anything like C++ references?
intentionally at blank.co.uk
Tue Jul 15 01:35:46 CEST 2003
On Mon, 14 Jul 2003 19:17:59 -0400, Roy Smith <roy at panix.com> wrote:
>Stephen Horne <intentionally at blank.co.uk> wrote:
>> Ah - but this is also Pythons fault. It has arbitrarily redefined the
>> meaning of a mathematics operator - presumably simply because C, C++,
>> Java, Basic and others have done this in the past.
>> Personally, though, I'd go with Pascal on this one.
>Most languages have two "equals" operators, one means assignment, the
>other means test for equality. Depending on the language, these are
>spelled "=" and "==" or ":=" and "=" (or a few other variations).
That's why I referred to Pascal.
>The wierd thing is that I don't think either one really matches what a
>mathematician means when he writes "=". In math, "=" is neither an
>assignment or a test: it's an assertion.
99 out of 100 times, true. But not always - especially in discrete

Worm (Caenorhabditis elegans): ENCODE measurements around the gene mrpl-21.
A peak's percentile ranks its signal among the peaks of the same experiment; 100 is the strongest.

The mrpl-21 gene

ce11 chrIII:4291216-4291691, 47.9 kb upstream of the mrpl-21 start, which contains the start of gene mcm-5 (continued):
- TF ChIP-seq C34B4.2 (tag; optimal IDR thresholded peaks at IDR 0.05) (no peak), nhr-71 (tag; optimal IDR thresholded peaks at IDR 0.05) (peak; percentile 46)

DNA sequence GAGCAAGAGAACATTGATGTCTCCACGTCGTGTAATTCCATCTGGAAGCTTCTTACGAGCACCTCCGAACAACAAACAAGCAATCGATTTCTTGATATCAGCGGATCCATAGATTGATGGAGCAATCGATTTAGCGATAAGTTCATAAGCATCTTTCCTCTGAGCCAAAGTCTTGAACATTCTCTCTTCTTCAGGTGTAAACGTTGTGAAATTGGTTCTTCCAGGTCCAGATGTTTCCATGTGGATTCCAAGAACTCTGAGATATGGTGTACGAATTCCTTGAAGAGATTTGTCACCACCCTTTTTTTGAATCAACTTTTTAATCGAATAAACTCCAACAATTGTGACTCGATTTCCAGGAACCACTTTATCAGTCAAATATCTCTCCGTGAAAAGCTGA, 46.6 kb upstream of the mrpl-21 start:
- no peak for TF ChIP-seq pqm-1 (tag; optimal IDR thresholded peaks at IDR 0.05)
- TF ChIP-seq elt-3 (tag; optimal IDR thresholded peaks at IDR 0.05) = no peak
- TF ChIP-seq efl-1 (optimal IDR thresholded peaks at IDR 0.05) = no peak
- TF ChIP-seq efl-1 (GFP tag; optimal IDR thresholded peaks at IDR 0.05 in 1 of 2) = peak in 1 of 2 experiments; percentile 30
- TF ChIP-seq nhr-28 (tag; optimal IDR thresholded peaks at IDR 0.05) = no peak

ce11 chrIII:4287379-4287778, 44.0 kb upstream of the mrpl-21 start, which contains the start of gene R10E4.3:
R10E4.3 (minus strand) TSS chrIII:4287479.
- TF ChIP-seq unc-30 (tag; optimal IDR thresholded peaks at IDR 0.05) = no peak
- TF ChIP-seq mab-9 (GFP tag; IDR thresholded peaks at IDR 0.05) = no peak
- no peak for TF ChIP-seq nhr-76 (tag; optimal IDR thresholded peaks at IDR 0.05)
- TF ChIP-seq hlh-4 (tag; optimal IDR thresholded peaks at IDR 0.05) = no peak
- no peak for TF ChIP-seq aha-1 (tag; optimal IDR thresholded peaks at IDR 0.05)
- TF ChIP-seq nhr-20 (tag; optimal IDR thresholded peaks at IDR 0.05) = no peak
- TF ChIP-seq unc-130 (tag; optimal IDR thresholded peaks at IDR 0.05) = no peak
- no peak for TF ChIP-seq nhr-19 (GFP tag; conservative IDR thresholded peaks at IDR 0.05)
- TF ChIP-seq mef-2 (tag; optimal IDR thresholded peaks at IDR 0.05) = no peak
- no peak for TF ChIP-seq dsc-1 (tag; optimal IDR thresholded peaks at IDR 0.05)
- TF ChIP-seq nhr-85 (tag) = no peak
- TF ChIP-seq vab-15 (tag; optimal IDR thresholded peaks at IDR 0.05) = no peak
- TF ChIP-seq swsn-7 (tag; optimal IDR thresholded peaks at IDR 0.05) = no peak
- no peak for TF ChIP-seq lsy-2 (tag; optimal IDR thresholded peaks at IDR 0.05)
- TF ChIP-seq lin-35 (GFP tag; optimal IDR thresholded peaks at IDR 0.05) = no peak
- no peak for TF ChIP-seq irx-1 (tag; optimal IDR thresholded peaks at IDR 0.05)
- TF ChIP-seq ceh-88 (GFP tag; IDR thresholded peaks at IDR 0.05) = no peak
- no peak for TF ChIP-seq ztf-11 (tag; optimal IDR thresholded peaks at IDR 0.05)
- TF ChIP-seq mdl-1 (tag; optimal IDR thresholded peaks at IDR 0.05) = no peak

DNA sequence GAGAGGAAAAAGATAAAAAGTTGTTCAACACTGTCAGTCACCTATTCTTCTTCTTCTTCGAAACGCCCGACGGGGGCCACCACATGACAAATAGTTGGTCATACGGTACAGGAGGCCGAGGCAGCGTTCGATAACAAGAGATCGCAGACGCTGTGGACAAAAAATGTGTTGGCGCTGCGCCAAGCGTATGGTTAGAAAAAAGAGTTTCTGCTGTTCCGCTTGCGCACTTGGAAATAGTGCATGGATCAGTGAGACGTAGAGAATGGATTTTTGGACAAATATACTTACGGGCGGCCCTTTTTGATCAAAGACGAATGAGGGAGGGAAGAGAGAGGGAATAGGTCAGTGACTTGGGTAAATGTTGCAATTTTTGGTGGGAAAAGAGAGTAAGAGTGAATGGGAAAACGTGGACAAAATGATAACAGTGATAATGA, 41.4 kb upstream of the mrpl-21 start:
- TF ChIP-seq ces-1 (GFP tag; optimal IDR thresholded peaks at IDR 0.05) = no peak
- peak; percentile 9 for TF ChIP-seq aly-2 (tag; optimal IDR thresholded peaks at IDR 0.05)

For example, if I write...
[forall] x . f(x) = y
It's hard to interpret that '=' as an assertion. Similar applies to a
range of maths operators.
Basically, the way I rationalise it is that when I see what looks like
a boolean expression standing on its own, I take it as an assertion
that that expression evaluates to true. I'm not saying that has any
mathematical validity, but it does seem to cover all cases.
So if I see...
x = 1
I take it as an assertion that the boolean test 'x = 1' evaluates to
true, and from that I can infer the value bound to x (or, in other
cases, infer some properties of that value).
Or rather I don't - but that's the rationalisation for what I do do.
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